• Recycling plastic containers reduces the need for virgin petrochemical feedstock. (National Association for PET Container Resources)
  • Recycling reduces the need for new landfills and incinerators.

Energy Conservation

  • The use of recycled material feedstocks (rather than virgin materials) in the production of new products saves energy.
  • Producing recycled paper requires about 60% of the energy used to make paper from virgin wood pulp. (United States Environmental Protection Agency)
  • Recycling one ton of paper save enough energy to power the average American home for six months.  (United States Environmental Protection Agency)
  • Steel produced from recycled steel requires 56% less energy than steel produced from iron ore. (Institute of Scrap Recycling Industries)
  • Producing new plastic from recycled material uses only two-thirds of the energy required to manufacture it from raw materials. (United States Environmental Protection Agency)
  • Aluminum produced from recycled aluminum cans requires up to 92% less energy than aluminum produced from bauxite ore.   (Institute of Scrap Recycling Industries) 
  • In 2013, the energy saved from recycling aluminum beverage cans in the U.S. could fuel more than 1 million cars on the road for a full year.  (Institute of Scrap Recycling Industries)
  • Recycling one glass container saves enough energy to light a 100-watt bulb for four hours. (United States Environmental Protection Agency)       

Reductions in Emissions of Air and Water Pollutants

  • Recycling results in reduced emissions of air and water pollutants.
  • Recycling reduces the need for mining and drilling, both of which cause air and water pollution. (University of Buffalo)
  • Manufacturing with recycled materials, with very few exceptions, produces less air and water pollution than manufacturing with virgin materials. It results in a net reduction for ten major categories of air pollutants (such as nitrogen oxide, particulates, and sulfur oxides) and eight major categories of water pollutants.  (United States Environmental Protection Agency – City of Fort Collins)
  • In container glass production, a relative 10% increase in the use of recycled glass cullet reduces particulates by 8%, nitrogen oxide by 4%, and sulfur oxides by 10%.  (Institute of Scrap Recycling Industries)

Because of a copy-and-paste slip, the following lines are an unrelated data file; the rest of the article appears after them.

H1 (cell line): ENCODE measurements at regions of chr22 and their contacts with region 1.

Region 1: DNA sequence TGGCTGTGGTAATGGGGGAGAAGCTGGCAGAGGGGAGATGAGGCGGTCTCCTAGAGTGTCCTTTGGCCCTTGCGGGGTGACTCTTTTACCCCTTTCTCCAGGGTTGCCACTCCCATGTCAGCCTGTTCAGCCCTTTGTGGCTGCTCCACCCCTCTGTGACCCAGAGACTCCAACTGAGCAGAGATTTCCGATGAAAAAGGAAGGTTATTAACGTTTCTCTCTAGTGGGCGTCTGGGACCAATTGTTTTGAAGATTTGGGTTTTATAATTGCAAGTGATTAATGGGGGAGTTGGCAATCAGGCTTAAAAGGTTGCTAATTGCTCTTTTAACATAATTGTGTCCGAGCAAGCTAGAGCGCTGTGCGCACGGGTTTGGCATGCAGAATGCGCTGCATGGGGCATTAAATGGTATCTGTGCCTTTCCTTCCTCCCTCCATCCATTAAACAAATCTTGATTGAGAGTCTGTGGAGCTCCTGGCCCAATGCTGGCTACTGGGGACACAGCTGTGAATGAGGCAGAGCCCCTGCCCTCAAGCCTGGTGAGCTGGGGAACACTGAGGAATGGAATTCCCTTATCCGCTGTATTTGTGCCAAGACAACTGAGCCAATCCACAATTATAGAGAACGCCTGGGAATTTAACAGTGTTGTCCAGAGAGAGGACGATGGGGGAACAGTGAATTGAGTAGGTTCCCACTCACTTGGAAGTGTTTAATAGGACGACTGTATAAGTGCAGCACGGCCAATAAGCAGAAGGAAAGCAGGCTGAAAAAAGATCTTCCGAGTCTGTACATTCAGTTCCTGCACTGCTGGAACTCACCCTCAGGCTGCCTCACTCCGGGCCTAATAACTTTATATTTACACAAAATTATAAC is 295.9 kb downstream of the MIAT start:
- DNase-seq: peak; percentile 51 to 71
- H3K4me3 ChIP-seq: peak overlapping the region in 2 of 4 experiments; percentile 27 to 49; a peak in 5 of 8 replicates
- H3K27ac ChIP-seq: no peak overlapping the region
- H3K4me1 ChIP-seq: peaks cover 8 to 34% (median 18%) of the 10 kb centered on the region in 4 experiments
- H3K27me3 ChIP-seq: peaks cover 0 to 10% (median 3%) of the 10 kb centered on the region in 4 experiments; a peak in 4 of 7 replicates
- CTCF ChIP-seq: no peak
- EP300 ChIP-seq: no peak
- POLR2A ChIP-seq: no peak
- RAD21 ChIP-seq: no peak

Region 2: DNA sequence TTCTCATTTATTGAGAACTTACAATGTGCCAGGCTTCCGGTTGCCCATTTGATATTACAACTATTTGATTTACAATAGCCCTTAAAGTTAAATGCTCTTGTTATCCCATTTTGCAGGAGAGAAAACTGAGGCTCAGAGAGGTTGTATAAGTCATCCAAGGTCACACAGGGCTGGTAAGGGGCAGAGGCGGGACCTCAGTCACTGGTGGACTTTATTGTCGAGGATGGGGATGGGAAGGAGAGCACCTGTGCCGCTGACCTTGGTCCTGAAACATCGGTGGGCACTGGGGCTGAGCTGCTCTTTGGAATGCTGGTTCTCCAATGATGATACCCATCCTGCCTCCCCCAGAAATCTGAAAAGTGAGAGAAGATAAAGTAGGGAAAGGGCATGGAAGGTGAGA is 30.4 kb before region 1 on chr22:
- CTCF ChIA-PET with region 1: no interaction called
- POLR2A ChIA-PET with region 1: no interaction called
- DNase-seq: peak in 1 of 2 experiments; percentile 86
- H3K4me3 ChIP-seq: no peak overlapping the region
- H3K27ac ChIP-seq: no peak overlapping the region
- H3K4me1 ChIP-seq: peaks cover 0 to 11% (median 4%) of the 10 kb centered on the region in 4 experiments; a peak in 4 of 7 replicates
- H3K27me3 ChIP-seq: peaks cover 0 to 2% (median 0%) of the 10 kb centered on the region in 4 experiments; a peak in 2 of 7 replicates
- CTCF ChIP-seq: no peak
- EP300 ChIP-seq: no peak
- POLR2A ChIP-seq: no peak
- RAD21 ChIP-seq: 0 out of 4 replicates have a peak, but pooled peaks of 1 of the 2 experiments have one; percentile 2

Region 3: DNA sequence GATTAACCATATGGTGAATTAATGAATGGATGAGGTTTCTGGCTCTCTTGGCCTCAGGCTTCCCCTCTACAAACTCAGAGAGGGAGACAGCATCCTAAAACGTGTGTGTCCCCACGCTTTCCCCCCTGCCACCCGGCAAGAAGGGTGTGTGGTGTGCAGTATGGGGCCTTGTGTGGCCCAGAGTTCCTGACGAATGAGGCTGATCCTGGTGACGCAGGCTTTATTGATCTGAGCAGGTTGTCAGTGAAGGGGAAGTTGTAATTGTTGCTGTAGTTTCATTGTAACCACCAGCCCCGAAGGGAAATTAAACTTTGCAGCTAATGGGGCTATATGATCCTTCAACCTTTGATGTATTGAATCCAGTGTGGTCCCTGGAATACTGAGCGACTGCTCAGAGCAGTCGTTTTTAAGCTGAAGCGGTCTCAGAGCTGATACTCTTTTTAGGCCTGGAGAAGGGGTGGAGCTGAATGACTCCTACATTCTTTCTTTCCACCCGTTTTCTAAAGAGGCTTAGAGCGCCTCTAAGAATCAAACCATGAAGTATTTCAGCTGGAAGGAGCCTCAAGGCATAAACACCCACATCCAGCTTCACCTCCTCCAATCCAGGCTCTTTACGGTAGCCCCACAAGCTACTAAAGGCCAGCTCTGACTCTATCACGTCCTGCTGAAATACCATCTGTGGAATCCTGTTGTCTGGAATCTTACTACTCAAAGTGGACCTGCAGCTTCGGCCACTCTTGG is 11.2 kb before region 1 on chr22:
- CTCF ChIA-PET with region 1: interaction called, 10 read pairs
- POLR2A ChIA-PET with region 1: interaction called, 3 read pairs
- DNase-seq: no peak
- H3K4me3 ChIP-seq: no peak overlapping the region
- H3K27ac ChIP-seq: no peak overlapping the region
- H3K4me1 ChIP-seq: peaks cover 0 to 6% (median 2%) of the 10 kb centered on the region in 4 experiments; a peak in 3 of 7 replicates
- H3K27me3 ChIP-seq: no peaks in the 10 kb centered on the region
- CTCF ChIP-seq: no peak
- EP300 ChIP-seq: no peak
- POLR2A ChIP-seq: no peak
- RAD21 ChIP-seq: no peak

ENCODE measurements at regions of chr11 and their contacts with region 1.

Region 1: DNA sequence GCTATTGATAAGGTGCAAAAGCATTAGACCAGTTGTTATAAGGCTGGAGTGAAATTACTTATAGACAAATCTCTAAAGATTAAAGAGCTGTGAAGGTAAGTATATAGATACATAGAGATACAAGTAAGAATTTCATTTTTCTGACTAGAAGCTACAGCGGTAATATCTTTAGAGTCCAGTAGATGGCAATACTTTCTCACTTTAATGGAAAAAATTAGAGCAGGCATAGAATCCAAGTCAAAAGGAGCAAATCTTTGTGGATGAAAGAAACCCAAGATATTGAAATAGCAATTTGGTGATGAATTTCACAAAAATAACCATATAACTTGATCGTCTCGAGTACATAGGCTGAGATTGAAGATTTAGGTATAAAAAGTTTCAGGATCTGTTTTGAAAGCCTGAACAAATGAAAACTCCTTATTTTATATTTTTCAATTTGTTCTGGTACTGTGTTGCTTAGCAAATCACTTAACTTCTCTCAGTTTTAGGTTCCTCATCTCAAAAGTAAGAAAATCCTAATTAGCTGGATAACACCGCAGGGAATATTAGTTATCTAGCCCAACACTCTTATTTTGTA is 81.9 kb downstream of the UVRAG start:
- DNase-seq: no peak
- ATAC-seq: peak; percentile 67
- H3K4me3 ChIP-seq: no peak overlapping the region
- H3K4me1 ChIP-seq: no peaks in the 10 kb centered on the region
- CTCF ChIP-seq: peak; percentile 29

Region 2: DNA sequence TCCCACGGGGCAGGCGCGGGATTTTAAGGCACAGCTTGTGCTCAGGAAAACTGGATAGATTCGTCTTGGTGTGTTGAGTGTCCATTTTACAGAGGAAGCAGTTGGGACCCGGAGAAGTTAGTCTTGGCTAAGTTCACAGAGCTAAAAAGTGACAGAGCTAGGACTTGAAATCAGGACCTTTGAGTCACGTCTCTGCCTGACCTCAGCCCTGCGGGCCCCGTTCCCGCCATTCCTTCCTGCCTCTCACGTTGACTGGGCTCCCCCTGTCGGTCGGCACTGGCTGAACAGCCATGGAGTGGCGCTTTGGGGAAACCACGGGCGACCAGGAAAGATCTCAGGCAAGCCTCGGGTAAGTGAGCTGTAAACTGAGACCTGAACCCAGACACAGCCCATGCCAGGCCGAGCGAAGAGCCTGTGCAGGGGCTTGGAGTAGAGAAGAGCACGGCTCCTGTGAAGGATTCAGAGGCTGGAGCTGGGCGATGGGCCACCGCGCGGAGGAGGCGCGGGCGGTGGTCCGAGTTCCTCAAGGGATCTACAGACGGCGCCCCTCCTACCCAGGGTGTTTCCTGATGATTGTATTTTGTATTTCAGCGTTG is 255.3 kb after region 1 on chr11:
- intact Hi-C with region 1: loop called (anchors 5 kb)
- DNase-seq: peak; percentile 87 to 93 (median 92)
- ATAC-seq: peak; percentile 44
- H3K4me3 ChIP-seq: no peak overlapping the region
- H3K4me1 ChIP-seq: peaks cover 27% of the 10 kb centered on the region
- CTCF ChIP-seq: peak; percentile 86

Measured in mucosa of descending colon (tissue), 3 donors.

Greenhouse Gas Reductions

  • Recycling leads to reductions in greenhouse gas generation by saving energy needed to extract natural resources, by increased forest carbon sequestration (through the saving of trees), by using less energy in manufacturing and by reducing the amount of waste burned or buried.
  • On average, approximately 1.67 metric tons of Carbon Dioxide (CO2) equivalents are avoided for every ton of municipal solid waste recycled.  (United States Environmental Protection Agency)   
  • Greenhouse gas emissions are reduced by 1/3 per ton for every ton of recycled glass used. (Glass Packaging Institute)
  • By using ferrous scrap rather than virgin materials in the production of iron and steel, CO2 emissions are reduced by 58%. (Institute of Scrap Recycling Industries)
  • Recycling one ton of paper will reduce greenhouse gas emissions by one metric ton of carbon equivalent (MTCE).  (United States Environmental Protection Agency)       
  • American Forest and Paper Association member companies’ use of recovered fiber resulted in avoided greenhouse gas emissions of more than 20 million metric tons of CO2 equivalents in 2015.
  • For every pound of recycled PET plastic flake used (in lieu of virgin petrochemical feedstock) greenhouse gas emissions are reduced by 71%. (National Association for PET Container Resources)

Contact: Steven Rinaldi, NJDEP, Bureau of Energy and Sustainability, Steven.Rinaldi@dep.nj.gov or 609-633-0538

 

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Last Updated: November 30, 2016